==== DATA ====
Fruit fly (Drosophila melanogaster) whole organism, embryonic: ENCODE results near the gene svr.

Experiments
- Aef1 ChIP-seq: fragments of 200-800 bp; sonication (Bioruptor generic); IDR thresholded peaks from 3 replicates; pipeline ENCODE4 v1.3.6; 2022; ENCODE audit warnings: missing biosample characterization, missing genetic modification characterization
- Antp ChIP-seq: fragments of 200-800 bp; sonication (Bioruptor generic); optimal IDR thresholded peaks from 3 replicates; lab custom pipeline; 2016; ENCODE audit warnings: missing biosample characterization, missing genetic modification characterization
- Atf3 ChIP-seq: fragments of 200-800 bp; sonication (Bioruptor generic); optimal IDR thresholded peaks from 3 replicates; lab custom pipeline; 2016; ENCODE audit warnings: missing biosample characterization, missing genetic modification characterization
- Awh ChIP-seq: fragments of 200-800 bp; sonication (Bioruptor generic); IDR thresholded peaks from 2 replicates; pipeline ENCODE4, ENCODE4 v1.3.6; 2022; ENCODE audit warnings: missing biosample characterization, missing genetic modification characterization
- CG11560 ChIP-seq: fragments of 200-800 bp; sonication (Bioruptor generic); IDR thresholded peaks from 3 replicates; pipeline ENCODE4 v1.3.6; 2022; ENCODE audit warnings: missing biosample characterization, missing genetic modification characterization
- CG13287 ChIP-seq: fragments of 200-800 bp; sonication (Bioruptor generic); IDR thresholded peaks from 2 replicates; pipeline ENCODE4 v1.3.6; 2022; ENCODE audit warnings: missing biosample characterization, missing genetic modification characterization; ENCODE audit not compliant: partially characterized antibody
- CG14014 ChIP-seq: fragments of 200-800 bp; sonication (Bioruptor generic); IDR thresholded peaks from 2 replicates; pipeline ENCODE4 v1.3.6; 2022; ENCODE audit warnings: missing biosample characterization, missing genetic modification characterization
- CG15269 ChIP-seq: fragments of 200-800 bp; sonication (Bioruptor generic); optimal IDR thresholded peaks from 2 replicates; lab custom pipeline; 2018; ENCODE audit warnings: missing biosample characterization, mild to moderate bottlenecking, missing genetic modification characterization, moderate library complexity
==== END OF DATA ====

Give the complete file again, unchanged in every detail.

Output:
Fruit fly (Drosophila melanogaster) whole organism, embryonic: ENCODE results near the gene svr.

Experiments
- Aef1 ChIP-seq: fragments of 200-800 bp; sonication (Bioruptor generic); IDR thresholded peaks from 3 replicates; pipeline ENCODE4 v1.3.6; 2022; ENCODE audit warnings: missing biosample characterization, missing genetic modification characterization
- Antp ChIP-seq: fragments of 200-800 bp; sonication (Bioruptor generic); optimal IDR thresholded peaks from 3 replicates; lab custom pipeline; 2016; ENCODE audit warnings: missing biosample characterization, missing genetic modification characterization
- Atf3 ChIP-seq: fragments of 200-800 bp; sonication (Bioruptor generic); optimal IDR thresholded peaks from 3 replicates; lab custom pipeline; 2016; ENCODE audit warnings: missing biosample characterization, missing genetic modification characterization
- Awh ChIP-seq: fragments of 200-800 bp; sonication (Bioruptor generic); IDR thresholded peaks from 2 replicates; pipeline ENCODE4, ENCODE4 v1.3.6; 2022; ENCODE audit warnings: missing biosample characterization, missing genetic modification characterization
- CG11560 ChIP-seq: fragments of 200-800 bp; sonication (Bioruptor generic); IDR thresholded peaks from 3 replicates; pipeline ENCODE4 v1.3.6; 2022; ENCODE audit warnings: missing biosample characterization, missing genetic modification characterization
- CG13287 ChIP-seq: fragments of 200-800 bp; sonication (Bioruptor generic); IDR thresholded peaks from 2 replicates; pipeline ENCODE4 v1.3.6; 2022; ENCODE audit warnings: missing biosample characterization, missing genetic modification characterization; ENCODE audit not compliant: partially characterized antibody
- CG14014 ChIP-seq: fragments of 200-800 bp; sonication (Bioruptor generic); IDR thresholded peaks from 2 replicates; pipeline ENCODE4 v1.3.6; 2022; ENCODE audit warnings: missing biosample characterization, missing genetic modification characterization
- CG15269 ChIP-seq: fragments of 200-800 bp; sonication (Bioruptor generic); optimal IDR thresholded peaks from 2 replicates; lab custom pipeline; 2018; ENCODE audit warnings: missing biosample characterization, mild to moderate bottlenecking, missing genetic modification characterization, moderate library complexity